Net Neutrality’s Dead: Time To Focus On The Real Issue: Telecom Monopolization

from the this-is-why-we-can’t-have-nice-things dept

Earlier this month a homophobic smear campaign seeded in the press by the likes of AT&T, Comcast, and News Corporation successfully killed the FCC nomination of popular reformer Gigi Sohn. The goal: to keep the FCC in perpetual partisan gridlock, preventing the agency from making any decisions deemed even remotely controversial by the media and telecom giants the agency is supposed to regulate.

With Sohn’s nomination killed, it could take the better part of the rest of the year to appoint and confirm a third Democratic FCC Commissioner, assuming one gets appointed at all. If and when that candidate does get seated, they’ll have very little time before the next presidential election to implement any major policies. As such, the FCC will very likely focus on politically safer fare.

That means meaningful reforms that are popular among consumers, like the restoration of net neutrality, or the restoration of media consolidation limits, are all but doomed (for now):

Now, the White House has been forced to start over, prolonging a vacancy that continues to obstruct the administration’s broadband agenda. The White House hasn’t announced a new nominee or when they’re hoping to confirm someone, but it’s unlikely that Biden would pick someone as critical of cable companies as Sohn. Republicans and “dark money” groups have already proved that they’re willing to spend millions to block progressive nominees. With so little time left in Biden’s first term, stakeholders may even try to thwart a more moderate nominee, especially if there’s an opportunity to continue the stalemate past the 2024 election.

Even if Sohn was appointed, I wasn’t entirely sure that FCC boss Jessica Rosenworcel actually had the backbone to revisit the net neutrality fight. If you’re a career politician with an eye on a lucrative post-FCC career, there’s not a lot of political upside in upsetting top telecom donors. Former FCC boss Tom Wheeler embraced net neutrality only in part because he was retiring and had nobody left to impress.

With the FCC effectively lobotomized, states and municipalities have effectively given up on coherent federal leadership on issues like telecom policy. Instead they’re redirecting the conversation back to where it probably should have been all along: the perils of unchecked telecom monopolization, and the need to build cohesive, locally-owned and operated alternatives to monopoly power.

As we’ve long noted, net neutrality rules were just imperfect, stopgap protections to try and protect consumers (and competitors) from monopoly power. If you bring real competition to bear on entrenched monopolies like AT&T and Comcast, net neutrality rules become less important as unethical ISPs would be punished by customer defections to competitors.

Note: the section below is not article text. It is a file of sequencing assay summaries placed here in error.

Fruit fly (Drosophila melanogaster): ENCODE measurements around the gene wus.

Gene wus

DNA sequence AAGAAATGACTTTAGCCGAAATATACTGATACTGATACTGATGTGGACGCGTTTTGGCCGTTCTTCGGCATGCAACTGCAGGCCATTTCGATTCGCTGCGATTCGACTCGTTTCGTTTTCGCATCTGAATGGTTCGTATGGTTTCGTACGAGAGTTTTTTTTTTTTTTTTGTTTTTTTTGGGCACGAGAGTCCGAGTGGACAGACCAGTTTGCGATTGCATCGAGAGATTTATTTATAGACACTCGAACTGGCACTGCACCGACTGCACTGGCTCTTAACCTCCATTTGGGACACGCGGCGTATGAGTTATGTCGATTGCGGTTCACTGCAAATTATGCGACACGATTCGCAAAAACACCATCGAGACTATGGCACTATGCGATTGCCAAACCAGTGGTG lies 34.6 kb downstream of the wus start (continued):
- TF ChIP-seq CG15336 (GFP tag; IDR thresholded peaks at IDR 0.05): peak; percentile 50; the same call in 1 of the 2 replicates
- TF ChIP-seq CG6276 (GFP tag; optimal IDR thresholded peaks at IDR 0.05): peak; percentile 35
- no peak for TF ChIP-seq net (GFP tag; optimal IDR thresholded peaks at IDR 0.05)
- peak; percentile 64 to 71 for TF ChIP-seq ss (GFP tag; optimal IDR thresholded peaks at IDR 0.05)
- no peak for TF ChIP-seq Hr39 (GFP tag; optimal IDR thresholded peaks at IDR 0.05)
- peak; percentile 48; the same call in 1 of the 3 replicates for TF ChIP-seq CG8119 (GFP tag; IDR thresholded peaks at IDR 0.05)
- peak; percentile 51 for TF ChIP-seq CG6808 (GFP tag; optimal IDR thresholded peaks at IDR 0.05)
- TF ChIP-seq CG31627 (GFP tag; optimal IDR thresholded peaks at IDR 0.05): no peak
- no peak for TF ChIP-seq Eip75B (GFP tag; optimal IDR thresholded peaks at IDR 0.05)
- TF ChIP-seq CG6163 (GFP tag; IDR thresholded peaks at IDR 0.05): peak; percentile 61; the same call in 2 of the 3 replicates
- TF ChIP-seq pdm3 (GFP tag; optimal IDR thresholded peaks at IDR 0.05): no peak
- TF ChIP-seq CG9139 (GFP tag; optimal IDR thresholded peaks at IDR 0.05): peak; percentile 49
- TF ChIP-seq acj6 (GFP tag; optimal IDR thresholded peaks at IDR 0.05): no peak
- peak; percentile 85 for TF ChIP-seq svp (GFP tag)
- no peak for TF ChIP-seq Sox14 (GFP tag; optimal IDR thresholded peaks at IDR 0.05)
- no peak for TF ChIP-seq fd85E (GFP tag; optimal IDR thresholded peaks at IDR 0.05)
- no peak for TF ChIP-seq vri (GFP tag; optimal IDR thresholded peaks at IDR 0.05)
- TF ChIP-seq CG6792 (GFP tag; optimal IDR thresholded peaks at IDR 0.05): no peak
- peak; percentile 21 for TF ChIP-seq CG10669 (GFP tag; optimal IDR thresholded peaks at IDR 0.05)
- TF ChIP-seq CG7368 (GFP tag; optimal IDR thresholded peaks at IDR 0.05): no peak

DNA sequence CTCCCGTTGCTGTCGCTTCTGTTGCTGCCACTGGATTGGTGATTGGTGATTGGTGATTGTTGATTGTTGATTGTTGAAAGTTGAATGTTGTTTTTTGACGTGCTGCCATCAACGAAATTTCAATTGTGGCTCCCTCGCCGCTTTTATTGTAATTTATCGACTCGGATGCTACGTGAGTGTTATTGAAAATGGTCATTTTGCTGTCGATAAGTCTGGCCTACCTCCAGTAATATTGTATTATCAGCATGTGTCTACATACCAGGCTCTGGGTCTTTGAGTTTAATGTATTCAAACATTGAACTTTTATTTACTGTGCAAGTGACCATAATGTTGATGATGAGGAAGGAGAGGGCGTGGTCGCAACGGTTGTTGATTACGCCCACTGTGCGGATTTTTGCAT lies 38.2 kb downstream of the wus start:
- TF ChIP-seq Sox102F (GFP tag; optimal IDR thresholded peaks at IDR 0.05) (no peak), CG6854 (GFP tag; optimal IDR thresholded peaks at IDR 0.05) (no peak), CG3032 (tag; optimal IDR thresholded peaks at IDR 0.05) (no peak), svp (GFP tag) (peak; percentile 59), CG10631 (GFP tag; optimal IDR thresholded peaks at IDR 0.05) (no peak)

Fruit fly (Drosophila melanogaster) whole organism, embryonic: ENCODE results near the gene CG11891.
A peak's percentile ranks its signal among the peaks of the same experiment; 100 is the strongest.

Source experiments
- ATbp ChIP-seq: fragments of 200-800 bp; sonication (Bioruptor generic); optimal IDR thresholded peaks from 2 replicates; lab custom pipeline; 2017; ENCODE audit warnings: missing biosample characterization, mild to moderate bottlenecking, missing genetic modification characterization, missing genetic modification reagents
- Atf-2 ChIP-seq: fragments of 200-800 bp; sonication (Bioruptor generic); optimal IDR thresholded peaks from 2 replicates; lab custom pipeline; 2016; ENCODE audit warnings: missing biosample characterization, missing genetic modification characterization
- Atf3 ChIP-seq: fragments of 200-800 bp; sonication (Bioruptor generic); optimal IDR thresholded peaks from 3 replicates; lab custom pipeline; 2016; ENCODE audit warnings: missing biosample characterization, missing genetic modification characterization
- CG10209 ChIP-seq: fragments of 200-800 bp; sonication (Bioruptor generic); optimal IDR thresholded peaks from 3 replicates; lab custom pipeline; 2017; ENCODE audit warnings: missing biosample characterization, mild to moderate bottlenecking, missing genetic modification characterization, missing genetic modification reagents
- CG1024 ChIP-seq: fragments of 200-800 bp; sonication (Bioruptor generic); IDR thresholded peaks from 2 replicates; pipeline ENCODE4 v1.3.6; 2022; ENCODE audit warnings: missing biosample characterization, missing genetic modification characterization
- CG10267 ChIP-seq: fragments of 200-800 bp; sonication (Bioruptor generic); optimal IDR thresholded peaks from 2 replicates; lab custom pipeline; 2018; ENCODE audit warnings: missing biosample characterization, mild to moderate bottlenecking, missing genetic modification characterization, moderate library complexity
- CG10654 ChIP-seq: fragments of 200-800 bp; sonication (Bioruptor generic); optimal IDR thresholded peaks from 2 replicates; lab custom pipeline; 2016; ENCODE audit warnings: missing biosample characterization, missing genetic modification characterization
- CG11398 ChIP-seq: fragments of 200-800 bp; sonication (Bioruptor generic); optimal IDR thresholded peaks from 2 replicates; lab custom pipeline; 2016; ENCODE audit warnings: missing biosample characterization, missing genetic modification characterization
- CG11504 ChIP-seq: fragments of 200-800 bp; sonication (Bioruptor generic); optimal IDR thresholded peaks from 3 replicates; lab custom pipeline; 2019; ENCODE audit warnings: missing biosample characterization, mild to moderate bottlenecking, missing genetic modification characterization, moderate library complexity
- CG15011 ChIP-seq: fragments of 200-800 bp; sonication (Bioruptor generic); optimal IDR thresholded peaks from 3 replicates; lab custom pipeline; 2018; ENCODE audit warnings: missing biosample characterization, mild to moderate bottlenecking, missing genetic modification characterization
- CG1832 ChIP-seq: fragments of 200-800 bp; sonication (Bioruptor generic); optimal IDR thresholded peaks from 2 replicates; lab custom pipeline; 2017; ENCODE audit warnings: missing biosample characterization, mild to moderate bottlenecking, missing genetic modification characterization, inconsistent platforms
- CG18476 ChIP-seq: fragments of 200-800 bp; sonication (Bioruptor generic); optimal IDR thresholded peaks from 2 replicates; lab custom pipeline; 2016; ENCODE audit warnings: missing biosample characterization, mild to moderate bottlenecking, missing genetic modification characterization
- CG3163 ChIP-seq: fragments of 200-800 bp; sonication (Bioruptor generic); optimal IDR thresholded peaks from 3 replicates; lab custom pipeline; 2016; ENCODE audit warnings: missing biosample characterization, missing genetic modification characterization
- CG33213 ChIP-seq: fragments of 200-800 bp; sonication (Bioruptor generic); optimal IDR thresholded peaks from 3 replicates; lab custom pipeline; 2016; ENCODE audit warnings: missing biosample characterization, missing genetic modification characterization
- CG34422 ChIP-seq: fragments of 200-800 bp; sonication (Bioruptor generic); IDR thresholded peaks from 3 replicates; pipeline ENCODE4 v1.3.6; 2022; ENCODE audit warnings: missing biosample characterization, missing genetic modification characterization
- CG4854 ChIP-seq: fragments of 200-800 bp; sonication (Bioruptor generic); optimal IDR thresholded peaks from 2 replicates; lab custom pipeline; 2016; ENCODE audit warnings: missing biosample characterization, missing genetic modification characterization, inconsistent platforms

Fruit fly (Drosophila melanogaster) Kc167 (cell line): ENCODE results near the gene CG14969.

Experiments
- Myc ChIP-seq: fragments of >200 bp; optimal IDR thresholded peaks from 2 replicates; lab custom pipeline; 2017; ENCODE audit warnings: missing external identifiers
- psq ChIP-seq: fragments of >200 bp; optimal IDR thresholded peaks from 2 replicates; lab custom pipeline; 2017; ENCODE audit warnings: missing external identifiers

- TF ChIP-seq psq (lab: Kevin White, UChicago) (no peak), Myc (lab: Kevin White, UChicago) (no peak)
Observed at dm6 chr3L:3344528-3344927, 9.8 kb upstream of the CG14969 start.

(That’s not to say federal consumer protection isn’t important, but it’s hard to watch the agency over the last twenty years and not come away with the sense that the activist battle against entrenched telecom giants has been a profound failure, and is in dramatic need of new, creative tactics.)

The problem: with state and federal policymakers under the sway of entrenched monopolies, it’s very difficult to implement cohesive federal policies that bring competition to bear against monopolies.

Enter a huge boom in community-owned and operated broadband networks, whether they’re cooperatives, municipalities, city-owned utilities, or public/private partnerships. These projects are an organic, grass roots response to federal regulatory capture and monopolization, which is why monopolies have tried so hard to outlaw them with shitty, protectionist state laws.

Again, net neutrality was important. Title II classification of ISPs (which provides the FCC the authority to hold Comcast accountable) remains important. Having competent federal regulators step in to address widespread market harms in the wake of market failure is important.

But in the absence of that, and given the public’s weariness in retreading the complicated, wonky world of net neutrality policy, it’s probably time to shift the policy focus back to the roots of the real problem: mindless consolidation and unchecked telecom monopoly power.

83 million Americans live under a broadband monopoly. It’s clear the federal government is too corrupt and captured to do much about it. As a rightward-lurching court system seeks to lobotomize the federal regulatory state entirely, the onus will increasingly be thrown at the feet of state and local leaders to build meaningful alternatives to monopoly power on a block by block basis.

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